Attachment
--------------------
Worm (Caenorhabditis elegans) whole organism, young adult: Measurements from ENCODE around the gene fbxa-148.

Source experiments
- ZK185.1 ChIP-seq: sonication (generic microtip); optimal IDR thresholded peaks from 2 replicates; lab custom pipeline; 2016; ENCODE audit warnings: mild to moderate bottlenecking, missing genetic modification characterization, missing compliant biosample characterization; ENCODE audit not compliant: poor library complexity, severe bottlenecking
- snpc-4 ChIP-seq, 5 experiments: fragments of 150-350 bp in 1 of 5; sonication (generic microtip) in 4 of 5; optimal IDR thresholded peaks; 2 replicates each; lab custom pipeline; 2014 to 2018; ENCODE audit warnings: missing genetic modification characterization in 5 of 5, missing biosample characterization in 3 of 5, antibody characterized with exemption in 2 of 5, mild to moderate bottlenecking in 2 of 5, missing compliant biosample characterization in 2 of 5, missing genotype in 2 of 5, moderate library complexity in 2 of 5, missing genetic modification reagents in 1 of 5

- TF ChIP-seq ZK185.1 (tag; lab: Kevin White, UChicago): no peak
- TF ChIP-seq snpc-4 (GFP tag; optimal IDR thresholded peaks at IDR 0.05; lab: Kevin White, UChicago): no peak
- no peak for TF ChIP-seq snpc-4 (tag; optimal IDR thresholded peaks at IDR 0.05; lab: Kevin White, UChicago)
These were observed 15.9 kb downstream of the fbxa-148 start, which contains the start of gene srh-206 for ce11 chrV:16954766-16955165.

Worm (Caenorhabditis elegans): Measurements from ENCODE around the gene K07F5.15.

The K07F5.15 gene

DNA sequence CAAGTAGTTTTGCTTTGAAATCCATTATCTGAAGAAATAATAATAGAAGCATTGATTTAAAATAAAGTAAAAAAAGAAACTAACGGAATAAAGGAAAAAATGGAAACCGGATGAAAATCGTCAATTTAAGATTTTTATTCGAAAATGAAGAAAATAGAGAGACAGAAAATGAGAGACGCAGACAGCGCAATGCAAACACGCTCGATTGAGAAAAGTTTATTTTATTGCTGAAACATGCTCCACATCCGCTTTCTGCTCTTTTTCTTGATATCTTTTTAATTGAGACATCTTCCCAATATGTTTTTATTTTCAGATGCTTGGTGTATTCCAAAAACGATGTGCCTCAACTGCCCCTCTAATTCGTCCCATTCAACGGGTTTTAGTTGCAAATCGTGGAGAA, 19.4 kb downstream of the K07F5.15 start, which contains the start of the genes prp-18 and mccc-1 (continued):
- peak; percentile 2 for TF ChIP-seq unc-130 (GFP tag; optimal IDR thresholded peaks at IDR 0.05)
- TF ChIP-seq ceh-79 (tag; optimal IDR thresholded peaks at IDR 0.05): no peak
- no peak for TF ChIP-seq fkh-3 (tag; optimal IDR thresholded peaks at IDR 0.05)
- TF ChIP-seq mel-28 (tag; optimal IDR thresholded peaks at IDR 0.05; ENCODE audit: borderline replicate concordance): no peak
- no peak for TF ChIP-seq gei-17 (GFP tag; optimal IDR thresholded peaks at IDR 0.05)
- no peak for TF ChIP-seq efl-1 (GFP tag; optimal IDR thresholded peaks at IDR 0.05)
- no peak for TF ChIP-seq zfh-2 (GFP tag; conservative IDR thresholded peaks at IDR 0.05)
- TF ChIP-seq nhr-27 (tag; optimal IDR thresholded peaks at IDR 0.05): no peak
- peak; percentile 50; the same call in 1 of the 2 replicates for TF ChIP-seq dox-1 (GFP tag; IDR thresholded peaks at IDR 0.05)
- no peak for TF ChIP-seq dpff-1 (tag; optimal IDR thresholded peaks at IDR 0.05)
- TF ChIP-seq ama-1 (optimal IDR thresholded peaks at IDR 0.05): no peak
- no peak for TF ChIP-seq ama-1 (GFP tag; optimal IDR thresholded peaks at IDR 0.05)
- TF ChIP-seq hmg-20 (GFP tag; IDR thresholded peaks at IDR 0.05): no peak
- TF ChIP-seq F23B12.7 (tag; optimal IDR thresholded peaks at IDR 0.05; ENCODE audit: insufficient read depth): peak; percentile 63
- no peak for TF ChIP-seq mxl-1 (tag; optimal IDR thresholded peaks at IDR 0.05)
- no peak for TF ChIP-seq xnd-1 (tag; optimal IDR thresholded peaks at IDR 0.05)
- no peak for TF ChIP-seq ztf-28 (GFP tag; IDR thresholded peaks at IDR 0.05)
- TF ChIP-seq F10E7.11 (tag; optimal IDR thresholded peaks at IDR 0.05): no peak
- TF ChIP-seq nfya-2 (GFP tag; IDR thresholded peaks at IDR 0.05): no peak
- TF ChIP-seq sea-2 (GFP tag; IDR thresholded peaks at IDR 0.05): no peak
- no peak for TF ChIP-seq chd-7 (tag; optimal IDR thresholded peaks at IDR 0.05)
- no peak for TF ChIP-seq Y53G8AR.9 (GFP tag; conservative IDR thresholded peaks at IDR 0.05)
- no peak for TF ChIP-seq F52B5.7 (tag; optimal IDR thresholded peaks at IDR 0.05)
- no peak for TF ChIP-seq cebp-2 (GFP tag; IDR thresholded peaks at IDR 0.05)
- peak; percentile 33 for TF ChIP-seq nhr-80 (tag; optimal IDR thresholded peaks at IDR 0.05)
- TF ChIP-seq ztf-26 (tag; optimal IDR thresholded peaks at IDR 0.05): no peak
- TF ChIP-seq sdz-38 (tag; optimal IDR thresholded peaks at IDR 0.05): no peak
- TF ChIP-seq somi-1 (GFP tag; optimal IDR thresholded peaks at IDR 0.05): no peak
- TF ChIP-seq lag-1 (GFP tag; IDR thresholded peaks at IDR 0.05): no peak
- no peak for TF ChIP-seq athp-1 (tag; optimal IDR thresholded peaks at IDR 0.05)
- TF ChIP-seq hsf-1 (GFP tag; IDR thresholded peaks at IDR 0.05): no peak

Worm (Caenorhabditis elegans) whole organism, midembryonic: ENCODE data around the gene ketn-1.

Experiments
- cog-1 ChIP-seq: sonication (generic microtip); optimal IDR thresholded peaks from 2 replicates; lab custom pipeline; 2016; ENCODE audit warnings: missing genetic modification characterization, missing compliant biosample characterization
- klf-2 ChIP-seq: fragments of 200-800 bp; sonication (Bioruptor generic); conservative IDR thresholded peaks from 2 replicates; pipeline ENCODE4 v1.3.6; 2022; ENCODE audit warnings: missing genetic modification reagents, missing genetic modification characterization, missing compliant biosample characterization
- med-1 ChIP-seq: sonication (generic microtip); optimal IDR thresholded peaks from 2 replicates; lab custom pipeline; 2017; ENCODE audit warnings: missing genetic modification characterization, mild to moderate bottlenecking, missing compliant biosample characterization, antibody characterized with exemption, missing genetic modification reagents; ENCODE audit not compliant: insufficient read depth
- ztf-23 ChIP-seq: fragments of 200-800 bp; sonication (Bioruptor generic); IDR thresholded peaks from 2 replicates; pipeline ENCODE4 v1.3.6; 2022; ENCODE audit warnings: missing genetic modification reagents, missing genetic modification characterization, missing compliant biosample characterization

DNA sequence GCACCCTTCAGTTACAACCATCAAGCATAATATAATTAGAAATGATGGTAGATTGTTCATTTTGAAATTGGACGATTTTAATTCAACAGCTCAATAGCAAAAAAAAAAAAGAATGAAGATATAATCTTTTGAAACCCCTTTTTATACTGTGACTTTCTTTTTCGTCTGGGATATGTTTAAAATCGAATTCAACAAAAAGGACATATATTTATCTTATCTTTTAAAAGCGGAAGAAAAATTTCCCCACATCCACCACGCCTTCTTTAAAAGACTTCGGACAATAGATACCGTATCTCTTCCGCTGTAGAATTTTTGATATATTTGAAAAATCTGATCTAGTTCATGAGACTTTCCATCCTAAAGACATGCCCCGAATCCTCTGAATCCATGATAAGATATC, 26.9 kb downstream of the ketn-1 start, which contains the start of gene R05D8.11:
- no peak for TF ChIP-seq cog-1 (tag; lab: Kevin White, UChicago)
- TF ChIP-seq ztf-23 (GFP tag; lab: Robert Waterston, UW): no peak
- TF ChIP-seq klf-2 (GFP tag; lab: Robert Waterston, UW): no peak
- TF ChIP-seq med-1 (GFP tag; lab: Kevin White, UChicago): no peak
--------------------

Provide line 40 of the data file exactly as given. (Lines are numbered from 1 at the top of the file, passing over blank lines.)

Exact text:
- TF ChIP-seq lag-1 (GFP tag; IDR thresholded peaks at IDR 0.05): no peak